There have been home runs in baseball history bigger than Raul Ibanez’s 9th inning, game-tying shot last night or even his 12th inning game-winning swat. Bobby Thomson’s, after all, won a pennant; Bill Mazeroski’s won a World Series. But I don’t think any pair of home runs turned so many careers on their heads as Raoul’s swings.
First off, think of the Yankees., who had been humiliated in their own park by a rookie pitcher, Miguel Gonzalez, for seven innings. Can you imagine the all-pervading sense of gloom and doom that every Yankee (and every Yankee fan) would have with Phil Hughes going tomorrow night and the Yanks down 2-1 in the series, one game away from elimination?
Think about Jim Johnson, who lead the American League in saves this
year and who now blew the lead – for the second time in three nights –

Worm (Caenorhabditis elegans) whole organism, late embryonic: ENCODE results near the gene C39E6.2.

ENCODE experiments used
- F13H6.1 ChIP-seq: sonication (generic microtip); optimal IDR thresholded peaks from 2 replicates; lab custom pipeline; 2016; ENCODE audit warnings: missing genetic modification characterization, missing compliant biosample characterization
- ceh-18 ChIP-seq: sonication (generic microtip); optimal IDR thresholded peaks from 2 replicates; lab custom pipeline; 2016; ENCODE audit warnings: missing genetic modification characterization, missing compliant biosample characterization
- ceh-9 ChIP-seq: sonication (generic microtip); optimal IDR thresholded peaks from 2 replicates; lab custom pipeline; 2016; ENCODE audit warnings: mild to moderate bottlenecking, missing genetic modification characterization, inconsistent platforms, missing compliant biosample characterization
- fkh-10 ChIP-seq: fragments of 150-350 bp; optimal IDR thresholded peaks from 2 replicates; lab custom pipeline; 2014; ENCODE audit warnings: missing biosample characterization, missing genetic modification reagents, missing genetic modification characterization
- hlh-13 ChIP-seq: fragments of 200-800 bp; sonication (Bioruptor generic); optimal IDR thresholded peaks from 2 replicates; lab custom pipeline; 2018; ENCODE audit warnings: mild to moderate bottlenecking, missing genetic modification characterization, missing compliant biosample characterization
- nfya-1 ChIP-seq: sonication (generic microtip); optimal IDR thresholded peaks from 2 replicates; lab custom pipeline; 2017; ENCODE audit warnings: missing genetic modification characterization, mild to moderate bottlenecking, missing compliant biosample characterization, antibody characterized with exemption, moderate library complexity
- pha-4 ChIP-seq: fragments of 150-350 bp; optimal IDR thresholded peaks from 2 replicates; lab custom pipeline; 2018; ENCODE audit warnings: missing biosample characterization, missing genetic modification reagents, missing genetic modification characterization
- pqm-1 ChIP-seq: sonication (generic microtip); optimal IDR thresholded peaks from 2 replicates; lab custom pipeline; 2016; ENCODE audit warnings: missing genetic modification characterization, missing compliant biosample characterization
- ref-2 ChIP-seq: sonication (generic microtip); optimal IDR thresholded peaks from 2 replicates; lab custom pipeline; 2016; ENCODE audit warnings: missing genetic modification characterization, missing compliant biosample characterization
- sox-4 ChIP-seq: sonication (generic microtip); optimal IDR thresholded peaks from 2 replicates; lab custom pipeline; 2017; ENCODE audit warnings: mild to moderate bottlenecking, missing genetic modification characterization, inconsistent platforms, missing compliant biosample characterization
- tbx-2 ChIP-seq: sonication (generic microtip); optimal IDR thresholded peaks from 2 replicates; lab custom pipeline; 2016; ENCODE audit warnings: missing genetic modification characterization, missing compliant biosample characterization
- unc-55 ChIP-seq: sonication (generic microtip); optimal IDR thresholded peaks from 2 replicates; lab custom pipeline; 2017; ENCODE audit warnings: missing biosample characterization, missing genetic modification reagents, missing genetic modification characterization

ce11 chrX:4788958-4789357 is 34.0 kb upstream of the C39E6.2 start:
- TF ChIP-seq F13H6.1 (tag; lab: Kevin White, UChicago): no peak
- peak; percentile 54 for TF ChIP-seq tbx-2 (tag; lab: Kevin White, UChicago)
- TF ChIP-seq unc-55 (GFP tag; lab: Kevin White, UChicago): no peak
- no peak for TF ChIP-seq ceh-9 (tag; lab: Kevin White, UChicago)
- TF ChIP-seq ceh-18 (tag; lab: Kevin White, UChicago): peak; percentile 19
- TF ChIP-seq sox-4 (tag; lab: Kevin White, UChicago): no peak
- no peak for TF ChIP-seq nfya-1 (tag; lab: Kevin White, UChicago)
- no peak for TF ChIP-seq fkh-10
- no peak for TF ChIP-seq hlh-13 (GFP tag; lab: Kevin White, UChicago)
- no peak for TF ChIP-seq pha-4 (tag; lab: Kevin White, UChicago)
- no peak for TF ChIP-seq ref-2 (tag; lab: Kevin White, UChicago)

in what will probably, when the smoke clears, be called the most famous
game of the new century. Think about Joe Girardi, who, after taking hit
after hit from the press and fans for some stupefying decisions this
year, now gets to be called a genius for pinch hitting Ibanez for A-Rod
in the 9th inning.
Think about Ibanez himself, 40 years old, dumped by the Phillies last
year and picked up by the Yankees on what almost seemed like an
afterthought. He became last night the oldest player to hit a walk-off
home run in postseason and the only player to hit a home run in the 9th
and extra innings in the postseason. On the verge of seeing his career
end just a few months ago, he now joins the pantheon of heroes on
baseball’s winningest team.
And, finally, think of Alex Rodriguez. Movie star handsome, fifth on
baseball’s all-time home run list, paid $29 million this year with five
years left on his contract at over $20 million per — and the biggest
postseason goat in the game’s history. How much of what he has would he
give to be the homely, balding old guy with a one-year contract for $1,1
mil who hit those two home runs last night?